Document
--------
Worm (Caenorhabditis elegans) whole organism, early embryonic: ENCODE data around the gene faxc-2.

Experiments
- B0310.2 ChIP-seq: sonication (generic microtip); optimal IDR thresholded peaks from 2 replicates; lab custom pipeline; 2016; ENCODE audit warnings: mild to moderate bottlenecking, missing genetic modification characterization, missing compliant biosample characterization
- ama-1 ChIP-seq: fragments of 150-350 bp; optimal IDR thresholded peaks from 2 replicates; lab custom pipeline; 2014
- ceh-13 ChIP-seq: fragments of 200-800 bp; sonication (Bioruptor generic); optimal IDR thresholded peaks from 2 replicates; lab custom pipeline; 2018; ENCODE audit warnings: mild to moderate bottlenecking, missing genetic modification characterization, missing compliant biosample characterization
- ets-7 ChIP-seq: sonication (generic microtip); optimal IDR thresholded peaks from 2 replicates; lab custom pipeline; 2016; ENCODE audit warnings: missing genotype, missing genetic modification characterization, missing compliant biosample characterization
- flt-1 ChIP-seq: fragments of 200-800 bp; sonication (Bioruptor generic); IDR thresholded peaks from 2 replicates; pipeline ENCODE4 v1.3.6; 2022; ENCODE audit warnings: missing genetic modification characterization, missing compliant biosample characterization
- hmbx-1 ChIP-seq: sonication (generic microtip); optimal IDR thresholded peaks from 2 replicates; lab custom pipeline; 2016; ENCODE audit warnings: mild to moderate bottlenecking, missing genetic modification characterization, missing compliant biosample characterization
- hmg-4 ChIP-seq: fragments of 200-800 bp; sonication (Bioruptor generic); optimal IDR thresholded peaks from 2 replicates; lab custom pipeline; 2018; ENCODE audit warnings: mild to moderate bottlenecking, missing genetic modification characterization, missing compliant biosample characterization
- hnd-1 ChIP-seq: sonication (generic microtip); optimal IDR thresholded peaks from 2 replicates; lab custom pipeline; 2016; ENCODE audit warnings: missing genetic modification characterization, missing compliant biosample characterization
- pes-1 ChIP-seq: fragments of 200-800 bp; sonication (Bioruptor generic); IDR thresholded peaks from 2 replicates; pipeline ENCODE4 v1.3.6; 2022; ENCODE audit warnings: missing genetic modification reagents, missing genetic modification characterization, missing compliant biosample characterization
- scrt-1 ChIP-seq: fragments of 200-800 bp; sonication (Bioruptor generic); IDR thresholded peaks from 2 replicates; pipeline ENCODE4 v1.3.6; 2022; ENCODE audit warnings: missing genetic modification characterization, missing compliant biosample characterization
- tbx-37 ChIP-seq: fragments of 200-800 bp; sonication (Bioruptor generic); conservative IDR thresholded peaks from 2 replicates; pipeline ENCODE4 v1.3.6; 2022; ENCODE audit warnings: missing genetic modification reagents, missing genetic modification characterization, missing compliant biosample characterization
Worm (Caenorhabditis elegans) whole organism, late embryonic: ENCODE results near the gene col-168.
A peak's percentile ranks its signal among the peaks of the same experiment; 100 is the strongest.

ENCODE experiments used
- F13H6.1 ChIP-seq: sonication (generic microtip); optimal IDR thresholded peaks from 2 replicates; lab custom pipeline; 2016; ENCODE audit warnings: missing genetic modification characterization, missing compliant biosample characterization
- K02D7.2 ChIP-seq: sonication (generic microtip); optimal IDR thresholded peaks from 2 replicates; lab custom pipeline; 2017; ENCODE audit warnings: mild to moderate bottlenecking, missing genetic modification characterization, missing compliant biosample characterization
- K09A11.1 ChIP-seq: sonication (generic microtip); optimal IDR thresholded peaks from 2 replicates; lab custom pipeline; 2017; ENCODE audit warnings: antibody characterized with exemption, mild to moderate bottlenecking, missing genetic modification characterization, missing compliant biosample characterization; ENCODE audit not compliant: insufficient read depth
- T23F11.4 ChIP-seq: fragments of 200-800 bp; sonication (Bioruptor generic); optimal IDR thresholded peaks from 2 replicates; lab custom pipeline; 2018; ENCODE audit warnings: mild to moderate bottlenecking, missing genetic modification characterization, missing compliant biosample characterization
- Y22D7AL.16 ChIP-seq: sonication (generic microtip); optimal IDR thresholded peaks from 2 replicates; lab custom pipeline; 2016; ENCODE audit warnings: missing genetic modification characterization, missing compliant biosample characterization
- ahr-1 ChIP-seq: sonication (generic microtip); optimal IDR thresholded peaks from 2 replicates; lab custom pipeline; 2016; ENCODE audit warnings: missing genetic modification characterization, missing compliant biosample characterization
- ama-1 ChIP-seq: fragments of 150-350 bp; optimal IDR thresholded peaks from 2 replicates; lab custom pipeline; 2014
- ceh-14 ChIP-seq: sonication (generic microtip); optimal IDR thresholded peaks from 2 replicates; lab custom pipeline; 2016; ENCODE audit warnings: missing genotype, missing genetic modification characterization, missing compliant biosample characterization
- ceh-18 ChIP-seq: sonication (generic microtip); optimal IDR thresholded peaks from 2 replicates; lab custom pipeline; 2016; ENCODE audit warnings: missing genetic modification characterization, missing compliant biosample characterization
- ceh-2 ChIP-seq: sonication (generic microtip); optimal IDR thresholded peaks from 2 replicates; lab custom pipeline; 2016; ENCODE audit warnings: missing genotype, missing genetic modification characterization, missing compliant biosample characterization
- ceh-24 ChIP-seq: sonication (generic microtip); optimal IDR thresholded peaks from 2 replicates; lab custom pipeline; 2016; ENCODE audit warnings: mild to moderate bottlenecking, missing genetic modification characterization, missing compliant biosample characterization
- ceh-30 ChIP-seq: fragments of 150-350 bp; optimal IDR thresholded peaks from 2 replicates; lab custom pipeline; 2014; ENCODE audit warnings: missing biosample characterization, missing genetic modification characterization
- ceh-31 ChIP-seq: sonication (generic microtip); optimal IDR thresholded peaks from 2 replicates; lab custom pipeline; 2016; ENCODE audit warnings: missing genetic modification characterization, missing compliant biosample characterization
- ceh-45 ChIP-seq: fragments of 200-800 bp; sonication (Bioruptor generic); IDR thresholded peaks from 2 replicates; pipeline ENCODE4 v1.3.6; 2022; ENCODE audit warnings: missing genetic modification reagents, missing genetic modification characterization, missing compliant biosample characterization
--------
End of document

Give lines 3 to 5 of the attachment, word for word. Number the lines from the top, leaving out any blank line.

- B0310.2 ChIP-seq: sonication (generic microtip); optimal IDR thresholded peaks from 2 replicates; lab custom pipeline; 2016; ENCODE audit warnings: mild to moderate bottlenecking, missing genetic modification characterization, missing compliant biosample characterization
- ama-1 ChIP-seq: fragments of 150-350 bp; optimal IDR thresholded peaks from 2 replicates; lab custom pipeline; 2014
- ceh-13 ChIP-seq: fragments of 200-800 bp; sonication (Bioruptor generic); optimal IDR thresholded peaks from 2 replicates; lab custom pipeline; 2018; ENCODE audit warnings: mild to moderate bottlenecking, missing genetic modification characterization, missing compliant biosample characterization